Every four-year public college and university in Virginia has announced that they are freezing their in-state tuition for students after the state legislature provided incentives. Six schools are also freezing out-of-state tuition, which the legislature did not provide incentives to do.
The last institution to announce it would freeze its tuition was Longwood University in Farmville.
The state legislature set aside $57.5 million in its budget to allocate money in exchange for any institution that froze tuition. The amendment forbids the universities from making up the lost revenue from tuition by raising other in-state general and educational fees.
However, the raising of some fees to offset the cost will still be permitted, such as raising fees for out-of-state students.
“Increased state support truly benefits Virginia families and strengthens our land-grant mission to provide access to higher education at a time when costs are increasing and demand for a Virginia Tech degree continues to grow,” Virginia Tech President Tim Sands said in a news release upon the university’s announcement. “It reinforces our ongoing commitment to improve academic quality while making our university accessible to all Virginia students who qualify.”
William and Mary University Rector John E. Littel thanked state officials for the additional funds in a news release.
“We want to thank Virginia’s elected officials for their exemplary leadership in partnering with the Commonwealth’s institutions of higher education to make this action possible,” Littel said. “We are focused on ensuring access and affordability for Virginia students to the state’s outstanding and diverse public colleges and universities. The state support we received this year and the subsequent action today by the Board are important steps in this process.”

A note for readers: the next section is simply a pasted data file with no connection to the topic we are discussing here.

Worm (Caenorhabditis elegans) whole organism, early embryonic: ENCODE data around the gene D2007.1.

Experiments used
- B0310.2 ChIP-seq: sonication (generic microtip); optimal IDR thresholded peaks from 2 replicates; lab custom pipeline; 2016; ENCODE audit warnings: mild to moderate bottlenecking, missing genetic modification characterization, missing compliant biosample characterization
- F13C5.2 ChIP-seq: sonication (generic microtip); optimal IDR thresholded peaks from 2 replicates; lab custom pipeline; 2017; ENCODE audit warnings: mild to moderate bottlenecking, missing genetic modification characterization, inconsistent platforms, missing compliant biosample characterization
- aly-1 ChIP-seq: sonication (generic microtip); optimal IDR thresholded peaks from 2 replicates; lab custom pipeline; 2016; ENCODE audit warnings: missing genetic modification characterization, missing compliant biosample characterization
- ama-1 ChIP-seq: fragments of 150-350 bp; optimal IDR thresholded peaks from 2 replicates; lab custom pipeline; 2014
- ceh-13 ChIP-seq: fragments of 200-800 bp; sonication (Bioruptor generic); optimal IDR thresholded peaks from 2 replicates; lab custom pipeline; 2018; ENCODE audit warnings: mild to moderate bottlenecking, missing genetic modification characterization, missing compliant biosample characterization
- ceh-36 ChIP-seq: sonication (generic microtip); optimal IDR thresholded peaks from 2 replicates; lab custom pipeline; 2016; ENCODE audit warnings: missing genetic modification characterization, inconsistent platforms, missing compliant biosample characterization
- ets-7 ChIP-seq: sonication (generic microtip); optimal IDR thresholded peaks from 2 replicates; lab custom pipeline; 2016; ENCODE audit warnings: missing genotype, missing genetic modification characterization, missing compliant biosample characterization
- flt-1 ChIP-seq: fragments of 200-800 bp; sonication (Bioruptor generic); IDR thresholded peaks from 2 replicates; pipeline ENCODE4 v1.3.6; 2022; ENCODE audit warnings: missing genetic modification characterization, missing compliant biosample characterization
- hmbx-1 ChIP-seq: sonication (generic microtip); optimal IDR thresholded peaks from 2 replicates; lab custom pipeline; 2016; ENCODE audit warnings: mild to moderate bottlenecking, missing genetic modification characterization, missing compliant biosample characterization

House Speaker Kirk Cox said in a news release that this is the outcome the legislature had hoped for.
“This is the exact outcome we all hoped for,” Cox said. “I applaud our colleges and universities for stepping up to the plate and working alongside us in our effort to make college more affordable and more accessible to those who wish to attend. I want to thank our Appropriations Committee and Chairman Chris Jones for their hard work in including the incentivized funding in this years budget.”
Chris Braunlich, president of the Virginia-based Thomas Jefferson Institute, told the Center Square in an email that this type of incentive was the best way to lower costs for students.
“Parents (and students) will pay less and presumably need to borrow less,” Braunlich said. “Some two decades ago, a freeze was imposed: This one is voluntary based on incentives provided by the General Assembly, and a far preferable method of addressing the issue.”
Braunlich warned, however, that colleges were able to offset these savings by increasing fees elsewhere when the legislature last passed a tuition freeze.
In a statement emailed to The Center Square, Jeff Ryer, the press secretary for the Virginia Senate Republican Caucus, said that the freeze was one of several measures the legislature passed.
“The college tuition freeze was one of several measures enacted during this year’s General Assembly session to reduce Virginians’ expenses,” Ryer said. “In addition, the largest state tax relief package in a generation – including a tax rebate that will be disbursed later this year – was approved and enacted.”
The legislature also increased financial aid funding by $16 million and reduced the cost of prepaid tuition contracts by $3,000. It also passed a bill directing colleges and universities to hold public hearings for students and parents of students to comment on the rising cost of tuition.